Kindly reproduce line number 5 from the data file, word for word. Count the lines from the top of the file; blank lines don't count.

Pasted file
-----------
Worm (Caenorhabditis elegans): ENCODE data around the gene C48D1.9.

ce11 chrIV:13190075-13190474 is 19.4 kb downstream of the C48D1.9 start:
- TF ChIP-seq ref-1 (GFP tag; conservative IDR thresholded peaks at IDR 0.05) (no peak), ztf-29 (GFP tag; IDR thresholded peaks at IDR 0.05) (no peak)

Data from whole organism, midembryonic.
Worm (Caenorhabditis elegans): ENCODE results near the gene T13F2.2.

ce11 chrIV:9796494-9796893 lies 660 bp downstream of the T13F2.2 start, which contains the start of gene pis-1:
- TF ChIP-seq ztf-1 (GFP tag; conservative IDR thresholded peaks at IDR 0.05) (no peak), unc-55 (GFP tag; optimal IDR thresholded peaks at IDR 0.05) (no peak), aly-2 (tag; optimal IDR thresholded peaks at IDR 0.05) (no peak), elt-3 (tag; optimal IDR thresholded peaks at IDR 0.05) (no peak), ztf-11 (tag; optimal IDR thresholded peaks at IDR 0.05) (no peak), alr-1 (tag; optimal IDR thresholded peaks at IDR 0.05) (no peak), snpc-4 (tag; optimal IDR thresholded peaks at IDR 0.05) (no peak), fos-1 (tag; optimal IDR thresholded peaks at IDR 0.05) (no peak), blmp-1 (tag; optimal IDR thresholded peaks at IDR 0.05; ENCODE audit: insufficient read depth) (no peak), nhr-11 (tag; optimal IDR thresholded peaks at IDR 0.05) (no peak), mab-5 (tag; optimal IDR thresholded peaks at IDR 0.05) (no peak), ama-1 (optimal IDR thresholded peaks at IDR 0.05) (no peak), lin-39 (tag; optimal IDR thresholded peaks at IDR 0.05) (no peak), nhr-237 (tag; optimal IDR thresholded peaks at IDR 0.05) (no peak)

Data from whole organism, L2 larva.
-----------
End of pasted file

Worm (Caenorhabditis elegans): ENCODE results near the gene T13F2.2.